Ken B., I think part of the issue here is that Mr Henderson and the W & S board at the time tried very, very hard to get the info out to the residents for the Town Mtg vote. It was voted down, imho, because the cost to the residents was just too great an amount. I felt at the time that the presentation and information we were given was appropriate but for us, the cost was just not feasible because we have a working system right now. Perhaps IF the cost per resident was lower it would have passed at that time. However, that being said right now there is an opinion by one W & S member that there will be no discussions with the Kraft Org. until they show us the money! This is a bad attitude/opinion to hold as a member of 3 person board. No open mind, no willingness to even listen, I know for me, I will not be voting for this member if he runs again. It is my hope that Mr Eurlie will not step down and he will soon regain control of his board and meet with the Kraft's and other boards......because the clock is ticking.
Ken B. September 10, 2012 at 09:53 PM
Agree with you that the cost issue is why it failed in 2007. What remains though, is why W&S did nothing in the 5 years after that ? The terms to get that funding from the KO were pretty clear. Making it contingent on town meeting approval was a mistake by the patriot place negotiating comittee.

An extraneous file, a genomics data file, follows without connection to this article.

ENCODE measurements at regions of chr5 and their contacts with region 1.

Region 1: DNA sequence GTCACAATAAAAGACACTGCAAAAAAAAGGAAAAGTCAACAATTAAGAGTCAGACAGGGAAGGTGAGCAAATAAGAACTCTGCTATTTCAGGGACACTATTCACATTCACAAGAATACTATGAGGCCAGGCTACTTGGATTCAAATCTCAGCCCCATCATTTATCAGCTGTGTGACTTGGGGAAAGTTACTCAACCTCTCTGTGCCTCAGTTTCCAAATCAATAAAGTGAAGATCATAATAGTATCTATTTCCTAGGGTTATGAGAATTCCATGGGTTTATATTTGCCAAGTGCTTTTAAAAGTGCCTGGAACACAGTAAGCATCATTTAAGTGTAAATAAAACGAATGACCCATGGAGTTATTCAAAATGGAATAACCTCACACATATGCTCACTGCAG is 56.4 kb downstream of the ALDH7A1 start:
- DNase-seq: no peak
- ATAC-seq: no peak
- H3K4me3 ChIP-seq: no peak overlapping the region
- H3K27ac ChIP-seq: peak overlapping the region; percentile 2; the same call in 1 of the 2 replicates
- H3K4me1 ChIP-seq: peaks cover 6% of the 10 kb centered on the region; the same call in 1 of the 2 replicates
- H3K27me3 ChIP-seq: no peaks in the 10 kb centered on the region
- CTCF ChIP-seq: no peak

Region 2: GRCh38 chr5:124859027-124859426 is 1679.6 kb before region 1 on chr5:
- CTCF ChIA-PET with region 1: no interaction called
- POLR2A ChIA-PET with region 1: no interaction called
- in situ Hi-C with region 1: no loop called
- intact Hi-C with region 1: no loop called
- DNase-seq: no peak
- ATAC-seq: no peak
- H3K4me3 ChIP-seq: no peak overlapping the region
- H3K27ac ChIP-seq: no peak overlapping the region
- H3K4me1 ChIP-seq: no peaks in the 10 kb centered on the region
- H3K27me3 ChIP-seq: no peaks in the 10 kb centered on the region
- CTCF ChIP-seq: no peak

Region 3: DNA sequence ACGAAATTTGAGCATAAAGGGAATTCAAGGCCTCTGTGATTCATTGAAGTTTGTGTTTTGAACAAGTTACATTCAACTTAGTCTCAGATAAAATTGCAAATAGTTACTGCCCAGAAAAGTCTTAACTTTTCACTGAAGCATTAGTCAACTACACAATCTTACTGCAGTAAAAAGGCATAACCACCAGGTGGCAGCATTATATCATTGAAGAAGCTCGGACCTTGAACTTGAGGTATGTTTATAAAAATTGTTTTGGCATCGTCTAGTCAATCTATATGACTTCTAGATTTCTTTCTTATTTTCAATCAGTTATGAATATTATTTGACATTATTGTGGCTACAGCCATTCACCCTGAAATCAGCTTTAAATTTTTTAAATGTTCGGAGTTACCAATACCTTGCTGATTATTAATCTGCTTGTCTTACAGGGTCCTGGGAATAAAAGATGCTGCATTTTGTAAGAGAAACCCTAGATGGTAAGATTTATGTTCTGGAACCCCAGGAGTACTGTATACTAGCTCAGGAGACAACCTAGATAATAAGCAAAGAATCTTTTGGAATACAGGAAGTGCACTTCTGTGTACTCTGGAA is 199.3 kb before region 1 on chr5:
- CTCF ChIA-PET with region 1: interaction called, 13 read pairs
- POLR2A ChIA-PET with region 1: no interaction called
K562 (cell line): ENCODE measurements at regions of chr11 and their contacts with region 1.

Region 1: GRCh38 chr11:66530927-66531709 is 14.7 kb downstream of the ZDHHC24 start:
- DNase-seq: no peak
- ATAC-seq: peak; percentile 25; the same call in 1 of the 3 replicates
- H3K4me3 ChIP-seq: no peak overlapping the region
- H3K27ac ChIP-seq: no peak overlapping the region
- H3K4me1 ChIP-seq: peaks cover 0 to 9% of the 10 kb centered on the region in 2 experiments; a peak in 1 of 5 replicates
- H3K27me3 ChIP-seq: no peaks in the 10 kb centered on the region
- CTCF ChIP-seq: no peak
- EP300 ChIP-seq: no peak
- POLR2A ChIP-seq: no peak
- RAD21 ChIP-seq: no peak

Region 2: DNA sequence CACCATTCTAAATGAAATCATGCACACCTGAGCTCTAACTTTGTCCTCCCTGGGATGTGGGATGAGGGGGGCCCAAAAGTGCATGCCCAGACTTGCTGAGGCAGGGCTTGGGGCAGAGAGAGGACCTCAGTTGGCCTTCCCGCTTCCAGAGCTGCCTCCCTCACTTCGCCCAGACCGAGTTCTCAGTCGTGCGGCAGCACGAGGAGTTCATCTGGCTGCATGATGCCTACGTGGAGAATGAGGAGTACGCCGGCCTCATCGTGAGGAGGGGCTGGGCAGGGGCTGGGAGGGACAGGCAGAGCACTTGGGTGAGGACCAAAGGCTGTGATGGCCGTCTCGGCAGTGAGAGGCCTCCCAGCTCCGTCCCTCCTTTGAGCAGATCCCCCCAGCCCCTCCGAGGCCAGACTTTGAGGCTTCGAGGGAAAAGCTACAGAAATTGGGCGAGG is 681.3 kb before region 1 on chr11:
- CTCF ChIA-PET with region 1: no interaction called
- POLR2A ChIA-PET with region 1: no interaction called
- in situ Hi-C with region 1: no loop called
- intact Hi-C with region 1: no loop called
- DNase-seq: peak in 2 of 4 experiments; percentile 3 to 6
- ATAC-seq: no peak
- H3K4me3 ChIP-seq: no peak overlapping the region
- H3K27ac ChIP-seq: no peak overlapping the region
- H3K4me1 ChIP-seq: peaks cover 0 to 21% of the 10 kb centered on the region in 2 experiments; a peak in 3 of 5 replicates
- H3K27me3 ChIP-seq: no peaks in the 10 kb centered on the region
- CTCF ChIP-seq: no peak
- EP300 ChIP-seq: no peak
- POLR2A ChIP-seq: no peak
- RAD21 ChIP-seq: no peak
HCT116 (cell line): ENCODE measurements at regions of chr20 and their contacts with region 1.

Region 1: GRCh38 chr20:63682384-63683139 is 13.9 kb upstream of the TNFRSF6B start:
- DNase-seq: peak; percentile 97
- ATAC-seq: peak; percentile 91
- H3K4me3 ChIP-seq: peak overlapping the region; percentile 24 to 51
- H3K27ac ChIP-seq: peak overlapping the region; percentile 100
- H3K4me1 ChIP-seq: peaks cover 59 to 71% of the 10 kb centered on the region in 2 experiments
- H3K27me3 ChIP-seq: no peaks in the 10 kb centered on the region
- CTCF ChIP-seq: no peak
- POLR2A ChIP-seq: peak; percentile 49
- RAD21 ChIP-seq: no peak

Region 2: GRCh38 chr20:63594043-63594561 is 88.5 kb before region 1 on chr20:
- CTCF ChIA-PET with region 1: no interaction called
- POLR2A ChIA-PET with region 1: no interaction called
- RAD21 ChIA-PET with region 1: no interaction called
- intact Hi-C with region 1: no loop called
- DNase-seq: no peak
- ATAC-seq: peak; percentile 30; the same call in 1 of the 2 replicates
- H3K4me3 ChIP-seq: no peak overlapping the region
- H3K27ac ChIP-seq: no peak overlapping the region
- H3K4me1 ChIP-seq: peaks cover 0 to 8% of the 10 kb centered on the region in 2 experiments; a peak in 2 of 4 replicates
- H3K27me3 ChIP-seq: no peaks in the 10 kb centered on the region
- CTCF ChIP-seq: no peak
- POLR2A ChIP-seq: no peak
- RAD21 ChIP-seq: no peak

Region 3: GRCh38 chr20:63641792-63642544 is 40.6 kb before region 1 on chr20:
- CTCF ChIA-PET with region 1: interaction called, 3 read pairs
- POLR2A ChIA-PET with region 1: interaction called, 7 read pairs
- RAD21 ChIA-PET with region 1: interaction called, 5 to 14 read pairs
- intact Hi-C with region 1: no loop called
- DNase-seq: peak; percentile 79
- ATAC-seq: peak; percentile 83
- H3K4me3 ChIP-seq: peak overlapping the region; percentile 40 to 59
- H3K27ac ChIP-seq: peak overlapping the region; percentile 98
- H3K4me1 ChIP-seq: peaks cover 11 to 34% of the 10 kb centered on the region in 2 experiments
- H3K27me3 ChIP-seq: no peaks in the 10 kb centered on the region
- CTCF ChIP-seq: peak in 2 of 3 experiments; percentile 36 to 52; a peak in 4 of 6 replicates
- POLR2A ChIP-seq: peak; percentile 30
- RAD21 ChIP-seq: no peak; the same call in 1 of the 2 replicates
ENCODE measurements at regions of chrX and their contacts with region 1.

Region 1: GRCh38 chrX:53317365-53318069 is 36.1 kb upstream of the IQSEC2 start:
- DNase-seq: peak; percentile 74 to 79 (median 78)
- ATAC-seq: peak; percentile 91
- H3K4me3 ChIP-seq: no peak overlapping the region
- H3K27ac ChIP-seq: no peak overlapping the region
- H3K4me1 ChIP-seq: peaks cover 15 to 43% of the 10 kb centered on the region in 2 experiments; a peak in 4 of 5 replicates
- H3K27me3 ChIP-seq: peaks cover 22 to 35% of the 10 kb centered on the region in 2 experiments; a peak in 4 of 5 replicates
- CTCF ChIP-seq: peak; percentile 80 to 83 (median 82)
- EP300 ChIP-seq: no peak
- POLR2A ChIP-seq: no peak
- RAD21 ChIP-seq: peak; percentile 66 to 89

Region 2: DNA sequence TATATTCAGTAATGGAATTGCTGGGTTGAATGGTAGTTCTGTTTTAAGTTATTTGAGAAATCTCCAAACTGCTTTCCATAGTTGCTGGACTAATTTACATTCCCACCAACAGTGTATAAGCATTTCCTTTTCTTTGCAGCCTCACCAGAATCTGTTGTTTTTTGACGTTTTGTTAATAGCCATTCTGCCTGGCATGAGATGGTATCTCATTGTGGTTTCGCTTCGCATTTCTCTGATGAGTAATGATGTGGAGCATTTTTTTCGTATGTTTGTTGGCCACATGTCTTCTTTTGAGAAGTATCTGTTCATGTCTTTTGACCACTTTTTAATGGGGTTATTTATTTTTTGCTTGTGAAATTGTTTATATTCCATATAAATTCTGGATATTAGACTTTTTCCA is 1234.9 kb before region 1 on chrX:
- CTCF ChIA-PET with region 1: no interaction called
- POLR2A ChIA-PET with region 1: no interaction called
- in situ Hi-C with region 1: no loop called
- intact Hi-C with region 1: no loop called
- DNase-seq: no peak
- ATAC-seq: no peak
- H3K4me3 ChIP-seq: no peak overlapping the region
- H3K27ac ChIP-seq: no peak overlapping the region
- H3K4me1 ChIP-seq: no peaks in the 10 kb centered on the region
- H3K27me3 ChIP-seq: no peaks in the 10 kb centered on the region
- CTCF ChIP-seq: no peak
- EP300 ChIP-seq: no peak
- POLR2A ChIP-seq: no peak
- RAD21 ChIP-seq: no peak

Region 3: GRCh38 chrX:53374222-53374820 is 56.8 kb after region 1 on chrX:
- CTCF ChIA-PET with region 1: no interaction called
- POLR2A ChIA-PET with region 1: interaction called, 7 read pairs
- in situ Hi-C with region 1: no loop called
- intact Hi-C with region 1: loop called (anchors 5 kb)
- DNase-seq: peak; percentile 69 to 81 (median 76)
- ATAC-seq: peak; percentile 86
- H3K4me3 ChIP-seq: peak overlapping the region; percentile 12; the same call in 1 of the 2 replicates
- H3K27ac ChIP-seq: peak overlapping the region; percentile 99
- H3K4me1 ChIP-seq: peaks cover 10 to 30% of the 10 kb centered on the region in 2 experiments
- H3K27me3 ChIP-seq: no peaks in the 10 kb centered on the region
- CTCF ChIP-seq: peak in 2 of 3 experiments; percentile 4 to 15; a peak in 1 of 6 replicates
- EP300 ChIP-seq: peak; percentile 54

Jane Street September 10, 2012 at 10:52 PM
As I recall, it would cost certain residents a large amount -$18,000 (?) if the sewer line went down their street, and then more if they connected. It wouldn't be a town-wide expense even through it would indirectly benefit the whole town. Someone who had just put in a $20,000 sceptic system would really lose out. We sure need sewer, and we may have to reconcile ourselves to higher taxes. Would be nice if Kraft could help through....the bowling alley and restaurents sound good...train line sounds good...affordable housing is good....
Deborah A Stewart September 10, 2012 at 10:53 PM
Ken B, the W & S have open meetings, for the most part anyway. I am not exactly sure when the next meeting is being held but if you go onto Facebook and search Foxboro Biz, Shannon will post info about all the mtgs, their agendas and after the meeting a run down of what was discussed. She provides many of us who might be away or unable to make the mtgs because of the times......4pm, not many can make those meetings, a valuable service. She is also looking to tape the meetings and then get them on FCA or some other media outlet. Check it out.
Ken B. September 11, 2012 at 01:04 AM
That will help going forward, thanks Deb. I'm up to date on what the situation is now. I was hoping for an explanation from somebody why W&S did nothing for 5 years after it failed TM in 2007.